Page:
During the holidays, it seems there are endless worthy charities relying on the spirit of the season to foster donations. It can be a challenge to decide which causes should receive your hard-earned dollars. Should you support the environmental group that just knocked on your door or the police association that called to ask for your support? Does the money you drop in the bell-ringer's bucket count for tax purposes? Since many of us are faced with the reality of less to give, we want to make sure our money gets to the right place and does the most good.
If you know the organization and you know their work, you will know with some degree of confidence that your gift will be put to good use. If you are interested in giving to a new cause, do a little research. A legitimate charity should have a working phone number and mailing address. Avoid responding to cold calls from organizations with which you are not familiar, and always ask for more information in writing before committing a gift. Take a few minutes to call a charity before donating and make sure you get a live person on the phone to ask some basic questions about the charity's purpose.
Here are some other tips from the American Institute of Philanthropy to help make sure your money is well spent:
- Ask if your gift is tax-deductible.
Some nonprofit organizations that solicit gifts are not charities, meaning that you can't deduct your donation at tax time. It would also be wise to consult with a tax professional before giving if you intend to deduct your gift.
- Understand the group's work.
Charities tackle problems in different ways. You want to give a gift that's addressing a cause that is important to you in a way that makes sense to you.
- Ask questions.
Charities are required to provide information about their programs and expenses. Ask: How will my gift be spent? How many people did you help last year? In what way? If you don't get adequate answers, don't give.
- Find out about the charity's expenses.
In general, efficient groups will spend at least 65 percent of their funds on the causes they support, but acceptable level of administrative cost is not a hard-and-fast number. Some causes require more administration than others. An organization should be able to explain why their administrative costs are higher than others'.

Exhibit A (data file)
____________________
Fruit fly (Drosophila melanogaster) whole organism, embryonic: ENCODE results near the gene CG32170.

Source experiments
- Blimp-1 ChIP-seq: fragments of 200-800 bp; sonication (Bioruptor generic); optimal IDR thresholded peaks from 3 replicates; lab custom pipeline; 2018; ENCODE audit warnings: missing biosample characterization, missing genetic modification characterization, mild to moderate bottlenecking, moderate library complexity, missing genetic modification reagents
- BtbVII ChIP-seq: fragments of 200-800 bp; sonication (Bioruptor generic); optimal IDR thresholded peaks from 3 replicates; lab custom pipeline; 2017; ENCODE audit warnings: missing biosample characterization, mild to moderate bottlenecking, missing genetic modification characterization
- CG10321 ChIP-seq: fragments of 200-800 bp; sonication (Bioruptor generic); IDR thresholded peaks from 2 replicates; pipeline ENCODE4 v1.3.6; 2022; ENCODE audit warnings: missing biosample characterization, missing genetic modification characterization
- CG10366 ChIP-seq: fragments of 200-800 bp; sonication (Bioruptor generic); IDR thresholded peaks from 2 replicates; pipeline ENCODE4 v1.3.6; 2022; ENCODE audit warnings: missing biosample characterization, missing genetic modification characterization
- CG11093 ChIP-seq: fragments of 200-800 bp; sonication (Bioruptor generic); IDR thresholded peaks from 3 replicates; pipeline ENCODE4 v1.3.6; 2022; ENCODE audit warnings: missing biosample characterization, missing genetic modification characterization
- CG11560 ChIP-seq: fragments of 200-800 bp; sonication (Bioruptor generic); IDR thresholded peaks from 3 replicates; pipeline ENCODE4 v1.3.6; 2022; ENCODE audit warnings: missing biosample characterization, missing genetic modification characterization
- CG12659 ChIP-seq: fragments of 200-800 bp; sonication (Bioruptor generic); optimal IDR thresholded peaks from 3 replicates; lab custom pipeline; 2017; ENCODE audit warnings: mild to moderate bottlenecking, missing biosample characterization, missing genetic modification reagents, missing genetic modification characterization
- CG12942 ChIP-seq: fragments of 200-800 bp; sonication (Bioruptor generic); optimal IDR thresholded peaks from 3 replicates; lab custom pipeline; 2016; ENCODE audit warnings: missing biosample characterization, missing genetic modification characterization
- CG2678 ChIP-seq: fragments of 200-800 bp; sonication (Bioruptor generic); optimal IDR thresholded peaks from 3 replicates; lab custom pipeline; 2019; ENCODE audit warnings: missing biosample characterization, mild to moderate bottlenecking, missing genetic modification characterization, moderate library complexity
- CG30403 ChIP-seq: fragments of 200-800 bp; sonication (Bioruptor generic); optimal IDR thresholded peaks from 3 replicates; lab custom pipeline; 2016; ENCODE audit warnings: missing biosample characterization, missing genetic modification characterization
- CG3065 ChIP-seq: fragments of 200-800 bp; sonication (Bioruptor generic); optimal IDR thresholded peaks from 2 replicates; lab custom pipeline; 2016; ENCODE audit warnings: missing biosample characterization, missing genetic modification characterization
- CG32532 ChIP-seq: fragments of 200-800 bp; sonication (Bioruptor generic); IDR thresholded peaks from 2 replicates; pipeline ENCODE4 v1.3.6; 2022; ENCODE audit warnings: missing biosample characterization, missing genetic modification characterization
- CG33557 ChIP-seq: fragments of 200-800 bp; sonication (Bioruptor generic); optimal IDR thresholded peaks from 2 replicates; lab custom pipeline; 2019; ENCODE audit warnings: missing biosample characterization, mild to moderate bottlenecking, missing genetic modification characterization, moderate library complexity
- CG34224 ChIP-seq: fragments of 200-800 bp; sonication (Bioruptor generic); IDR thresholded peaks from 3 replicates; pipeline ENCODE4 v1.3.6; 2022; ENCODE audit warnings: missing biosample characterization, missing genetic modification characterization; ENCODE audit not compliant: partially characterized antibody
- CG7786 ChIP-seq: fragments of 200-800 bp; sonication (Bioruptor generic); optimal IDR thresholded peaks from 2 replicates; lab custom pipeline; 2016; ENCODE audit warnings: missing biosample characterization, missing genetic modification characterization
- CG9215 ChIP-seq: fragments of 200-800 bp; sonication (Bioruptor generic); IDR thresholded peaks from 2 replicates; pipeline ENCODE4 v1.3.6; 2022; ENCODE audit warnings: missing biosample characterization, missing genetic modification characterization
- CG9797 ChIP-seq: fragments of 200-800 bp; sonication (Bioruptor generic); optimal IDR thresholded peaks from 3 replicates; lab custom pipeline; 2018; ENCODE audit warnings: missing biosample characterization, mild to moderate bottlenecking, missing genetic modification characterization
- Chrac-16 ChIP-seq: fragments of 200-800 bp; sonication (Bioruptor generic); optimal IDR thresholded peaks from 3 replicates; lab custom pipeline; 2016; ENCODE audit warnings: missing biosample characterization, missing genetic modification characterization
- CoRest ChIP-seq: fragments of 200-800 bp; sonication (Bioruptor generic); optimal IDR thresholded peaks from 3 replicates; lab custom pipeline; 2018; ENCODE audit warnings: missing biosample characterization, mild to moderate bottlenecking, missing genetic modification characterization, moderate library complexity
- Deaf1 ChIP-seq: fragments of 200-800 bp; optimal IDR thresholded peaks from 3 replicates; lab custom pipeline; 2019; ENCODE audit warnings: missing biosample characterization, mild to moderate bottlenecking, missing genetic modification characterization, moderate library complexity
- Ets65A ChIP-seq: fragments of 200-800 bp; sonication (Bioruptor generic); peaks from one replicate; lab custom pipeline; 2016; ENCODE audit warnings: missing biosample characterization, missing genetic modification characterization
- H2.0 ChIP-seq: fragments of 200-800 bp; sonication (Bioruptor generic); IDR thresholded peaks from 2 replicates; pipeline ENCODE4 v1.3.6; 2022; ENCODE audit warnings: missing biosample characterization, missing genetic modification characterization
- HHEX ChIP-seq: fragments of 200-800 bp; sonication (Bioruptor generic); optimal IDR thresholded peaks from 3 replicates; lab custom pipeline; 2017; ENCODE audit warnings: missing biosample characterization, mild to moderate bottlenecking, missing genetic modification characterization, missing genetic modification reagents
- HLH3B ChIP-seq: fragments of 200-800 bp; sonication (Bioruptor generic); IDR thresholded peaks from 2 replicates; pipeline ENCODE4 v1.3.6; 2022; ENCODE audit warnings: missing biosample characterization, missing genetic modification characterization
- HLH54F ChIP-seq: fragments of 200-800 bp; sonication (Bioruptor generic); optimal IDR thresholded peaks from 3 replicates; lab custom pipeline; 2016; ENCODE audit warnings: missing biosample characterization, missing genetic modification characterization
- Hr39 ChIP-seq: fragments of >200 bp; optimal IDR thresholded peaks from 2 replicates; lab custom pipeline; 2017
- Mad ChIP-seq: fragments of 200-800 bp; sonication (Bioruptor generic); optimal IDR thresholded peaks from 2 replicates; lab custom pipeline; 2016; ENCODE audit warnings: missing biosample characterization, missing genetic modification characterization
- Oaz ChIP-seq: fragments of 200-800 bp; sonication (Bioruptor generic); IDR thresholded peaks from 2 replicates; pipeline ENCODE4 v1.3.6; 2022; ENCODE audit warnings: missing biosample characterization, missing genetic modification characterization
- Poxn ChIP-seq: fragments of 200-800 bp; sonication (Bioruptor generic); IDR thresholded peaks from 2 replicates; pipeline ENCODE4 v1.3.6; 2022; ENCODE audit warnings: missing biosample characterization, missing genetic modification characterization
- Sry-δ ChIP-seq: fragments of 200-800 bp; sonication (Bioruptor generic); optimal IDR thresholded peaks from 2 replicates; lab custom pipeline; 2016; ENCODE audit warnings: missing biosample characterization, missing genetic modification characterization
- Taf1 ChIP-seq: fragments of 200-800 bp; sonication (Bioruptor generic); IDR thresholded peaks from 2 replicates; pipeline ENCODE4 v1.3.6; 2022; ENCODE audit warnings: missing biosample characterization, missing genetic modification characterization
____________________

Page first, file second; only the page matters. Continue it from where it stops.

You can learn a great deal about a charity if you give them your time before you give them your money. Hands-on experience will tell you how the organization is managed and how effectively it accomplishes its mission.
- Protect yourself.
Don't give out credit card or personal information in response to phone, e-mail or door-to-door appeals. If giving online, locate the charity's website yourself rather than linking through an e-mail. Above all, don't give cash. Your best bet is to mail a check to the organization.
If you'd like more information on a particular charity, a good starting point is the charity's website, which should include details about programs and how gifts are spent, as well as financial information such as an annual report. The Ohio Attorney General's Office offers an Online Charitable Registration Search, which allows potential donors to verify if an organization is registered and in good standing. Another source of free information is Guidestar, which posts copies of charities' federal tax filings, or state charity regulators. The American Institute of Philanthropy, Charity Navigator and the Better Business Bureau's Wise Giving Alliance also offer ratings of charities.
From the bell-ringers on the street corners to the stars, hearts or clovers they try to sell you at cash registers to big name, established charities, the holidays offer numerous opportunities to give. Trust your instincts. If you still have doubts about a charity, don't contribute to it. Instead, find another nonprofit with which you feel comfortable.
Giving is part of the meaning of the holiday season. Just be sure you are following your head, as well as your heart.
Read more Boomerang...